Tuesday, 14 February 2017

The politics of stretching

Vitamin C is good for colds. Fat is the cause of the world's obesity epidemic. Milk is vital for growing children. 

What do the above statements have in common? They are all statements that at one time were believed by a majority. They probably still are. Yet they have been researched extensively and evidence is, at best, mixed. 

Misconceptions relating to stretching and exercise are one my biggest bugbears. Much like Windows or Mac many people - athletes, coaches, physiotherapists - have an almost religious belief in the benefits of stretching, sometimes to the point that they struggle to take-in  alternative explanations. As someone who wants to get people back running again this can be somewhat frustrating.

"I've been stretching for weeks but it still hurts and I'm not getting any better"

"I stretch all the time but I still get injured"

"Did my calf go because I didn't stretch before running?"

"Did my calf go because I didn't stretch after running?"

This blog is an attempt to explain my thinking with respect to stretching in athletes.

Reach for the sky 

If you're a climber it's pretty obvious stretching is a key component to improving your performance. Greater mobility directly improves your ability to place a foot on a high hold. But, this is of no consequence if you don't then have the strength to push up!

What if you're a runner or a cyclist?

Take a look at the picture of physio Dave Sprot below. He is running at 2.30 min/km pace. Can you get into this  position? The answer for most of you is yes. You don't need to stretch to achieve that range of mobility. But can you race at 2.30 min/km pace? That pace would equate to a 12.30min parkrun!

A very small percentage of us are strong, powerful and aerobically fit enough to run like that except for very short distances (Dave is racing a 800m). Most of us run with a greatly decreased range. Stretching isn't going to change that.

Alicia Hudleson - top American ultra runner on her way to completing the Bob Graham

Andy Preston - top Bamford dentist "striding" out to finish Sheffield half in 85mins 

What can stretching do and what can't it do?

Stretching does not make the muscle stronger. This has been studied extensively and the scientific evidence is fairly clear. In most cases stretching will not directly prevent an overload injury nor will it help it to get it better. 

Stretching can alter the distribution of loads through the body. This can be beneficial, detrimental or irrelevant, depending on how your body is working. Muscle tightness that causes other muscles to take more load than they normally would is a potential source of injury so should be addressed.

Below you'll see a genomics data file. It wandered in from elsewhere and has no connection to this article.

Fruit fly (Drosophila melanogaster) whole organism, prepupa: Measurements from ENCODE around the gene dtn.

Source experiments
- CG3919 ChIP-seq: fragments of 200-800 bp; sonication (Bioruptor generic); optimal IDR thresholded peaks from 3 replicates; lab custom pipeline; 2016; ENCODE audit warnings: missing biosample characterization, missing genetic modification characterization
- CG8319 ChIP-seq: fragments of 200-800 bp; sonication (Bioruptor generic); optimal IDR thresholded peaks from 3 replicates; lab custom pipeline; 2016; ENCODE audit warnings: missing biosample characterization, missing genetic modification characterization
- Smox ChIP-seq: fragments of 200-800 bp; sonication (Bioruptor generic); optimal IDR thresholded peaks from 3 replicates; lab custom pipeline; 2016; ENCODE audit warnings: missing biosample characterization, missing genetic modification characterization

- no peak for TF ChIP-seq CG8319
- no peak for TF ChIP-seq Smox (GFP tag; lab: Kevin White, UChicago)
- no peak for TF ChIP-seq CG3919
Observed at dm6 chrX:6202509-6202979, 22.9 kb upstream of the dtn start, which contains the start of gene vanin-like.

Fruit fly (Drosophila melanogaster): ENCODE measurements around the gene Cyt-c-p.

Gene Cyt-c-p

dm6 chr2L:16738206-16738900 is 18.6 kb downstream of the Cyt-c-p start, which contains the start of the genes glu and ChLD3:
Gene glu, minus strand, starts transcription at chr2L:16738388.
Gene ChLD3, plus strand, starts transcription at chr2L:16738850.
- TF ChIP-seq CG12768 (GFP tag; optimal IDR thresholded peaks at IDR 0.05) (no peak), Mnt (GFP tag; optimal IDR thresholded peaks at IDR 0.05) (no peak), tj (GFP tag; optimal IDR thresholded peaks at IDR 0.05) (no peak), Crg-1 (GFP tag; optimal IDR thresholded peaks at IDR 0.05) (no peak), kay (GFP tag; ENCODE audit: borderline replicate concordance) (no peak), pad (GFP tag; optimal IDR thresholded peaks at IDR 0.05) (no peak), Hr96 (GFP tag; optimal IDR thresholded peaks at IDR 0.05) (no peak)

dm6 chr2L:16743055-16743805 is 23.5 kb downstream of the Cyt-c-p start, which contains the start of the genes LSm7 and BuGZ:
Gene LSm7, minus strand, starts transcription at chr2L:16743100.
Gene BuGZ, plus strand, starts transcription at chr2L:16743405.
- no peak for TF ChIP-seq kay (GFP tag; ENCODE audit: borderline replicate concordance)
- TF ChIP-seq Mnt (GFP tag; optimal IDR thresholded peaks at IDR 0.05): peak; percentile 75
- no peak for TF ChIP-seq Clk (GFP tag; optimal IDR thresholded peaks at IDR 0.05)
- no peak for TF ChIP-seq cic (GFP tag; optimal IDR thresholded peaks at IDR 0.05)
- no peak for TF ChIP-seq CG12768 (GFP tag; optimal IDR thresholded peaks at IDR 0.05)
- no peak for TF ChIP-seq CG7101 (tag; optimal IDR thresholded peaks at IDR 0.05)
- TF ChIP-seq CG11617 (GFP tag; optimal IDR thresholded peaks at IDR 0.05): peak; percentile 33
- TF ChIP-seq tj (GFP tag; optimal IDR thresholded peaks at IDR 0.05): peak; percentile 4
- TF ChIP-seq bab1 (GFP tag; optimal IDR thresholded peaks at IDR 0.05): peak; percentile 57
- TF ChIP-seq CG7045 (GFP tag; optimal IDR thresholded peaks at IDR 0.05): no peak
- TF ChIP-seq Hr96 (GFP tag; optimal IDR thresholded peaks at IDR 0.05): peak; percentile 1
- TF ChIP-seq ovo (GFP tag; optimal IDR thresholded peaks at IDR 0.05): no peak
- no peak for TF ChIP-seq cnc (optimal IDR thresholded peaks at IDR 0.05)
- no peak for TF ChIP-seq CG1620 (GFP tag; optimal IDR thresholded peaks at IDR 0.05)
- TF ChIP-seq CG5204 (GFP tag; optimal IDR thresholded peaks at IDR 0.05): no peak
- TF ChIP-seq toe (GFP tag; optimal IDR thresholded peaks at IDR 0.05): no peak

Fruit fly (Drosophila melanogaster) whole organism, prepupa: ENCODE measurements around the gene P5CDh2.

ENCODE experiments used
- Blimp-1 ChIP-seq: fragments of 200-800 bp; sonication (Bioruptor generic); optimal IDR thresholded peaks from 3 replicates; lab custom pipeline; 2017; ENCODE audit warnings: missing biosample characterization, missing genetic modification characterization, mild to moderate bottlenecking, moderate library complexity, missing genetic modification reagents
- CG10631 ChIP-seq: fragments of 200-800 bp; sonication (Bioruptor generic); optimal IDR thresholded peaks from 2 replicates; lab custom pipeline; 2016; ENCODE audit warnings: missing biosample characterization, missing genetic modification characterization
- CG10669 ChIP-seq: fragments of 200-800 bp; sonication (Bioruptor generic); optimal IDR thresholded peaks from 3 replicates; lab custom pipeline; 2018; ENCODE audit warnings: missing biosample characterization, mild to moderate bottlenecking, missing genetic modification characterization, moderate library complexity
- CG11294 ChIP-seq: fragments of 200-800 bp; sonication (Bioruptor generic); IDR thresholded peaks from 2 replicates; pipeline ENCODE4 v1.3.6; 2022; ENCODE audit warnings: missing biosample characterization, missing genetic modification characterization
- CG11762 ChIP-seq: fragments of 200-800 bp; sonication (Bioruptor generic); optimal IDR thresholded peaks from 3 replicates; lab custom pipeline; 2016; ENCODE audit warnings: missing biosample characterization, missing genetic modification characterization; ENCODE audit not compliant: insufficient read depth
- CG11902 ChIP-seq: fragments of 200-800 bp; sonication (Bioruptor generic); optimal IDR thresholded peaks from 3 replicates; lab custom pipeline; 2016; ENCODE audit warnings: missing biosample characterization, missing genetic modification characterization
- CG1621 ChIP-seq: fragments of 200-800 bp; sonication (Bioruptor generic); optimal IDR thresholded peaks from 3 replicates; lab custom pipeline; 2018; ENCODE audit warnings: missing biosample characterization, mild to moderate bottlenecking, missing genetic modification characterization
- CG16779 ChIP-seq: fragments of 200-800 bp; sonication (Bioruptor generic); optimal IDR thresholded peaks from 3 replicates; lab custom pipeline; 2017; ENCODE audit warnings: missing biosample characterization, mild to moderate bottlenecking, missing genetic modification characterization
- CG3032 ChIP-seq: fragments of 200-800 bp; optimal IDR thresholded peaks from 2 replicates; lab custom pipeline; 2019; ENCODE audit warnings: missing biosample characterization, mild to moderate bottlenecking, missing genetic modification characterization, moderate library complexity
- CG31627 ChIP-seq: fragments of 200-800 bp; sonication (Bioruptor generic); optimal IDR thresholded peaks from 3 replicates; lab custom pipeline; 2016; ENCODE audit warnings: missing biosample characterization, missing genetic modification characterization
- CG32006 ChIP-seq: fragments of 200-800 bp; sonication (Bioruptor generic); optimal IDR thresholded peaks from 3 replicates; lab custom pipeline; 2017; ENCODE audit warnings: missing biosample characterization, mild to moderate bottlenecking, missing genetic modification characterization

The vast majority of runners and cyclists are sufficiently mobile and don't need to increase their mobility. Some are hypermobile and in runners this can increase the risk of joint injuries although in most cases if someone has been running regularly for a long period their muscles are strong enough to prevent this.

Case Studies:

Here are two contrasting case-studies to illustrate this point:

A female athlete ran a marathon whilst ill. She was strong enough and fit enough to manage the load of a marathon, but in her fatigued state she overworked the muscles around her hips which tightened causing reduced range of movement. This led to an overload on the tissue at the knee. The cause of the injury was greater load on the iliotibial band. However the injury continued and didn't resolve until the hip muscles were loosened and stretched back to their normal length - alongside her normal strength work and careful load management as she built up her running again.

A male athlete presented with the same injury. He had been stretching his glutes and hips on the side of his injury, the left, such that he now had greater range of movement on that side than the other. Nonetheless the injury persisted. His cause had been overloading due to a much longer than normal run. Despite the stretching his left glute was still much weaker than the right. He had restored mobility but not restored strength. The injury was resolved through strength work and careful load management as he built up his running again. 


Feel free to stretch if you feel it helps you. But it is not a panacea. If you neglect strength work and load management you will very probably get injured.

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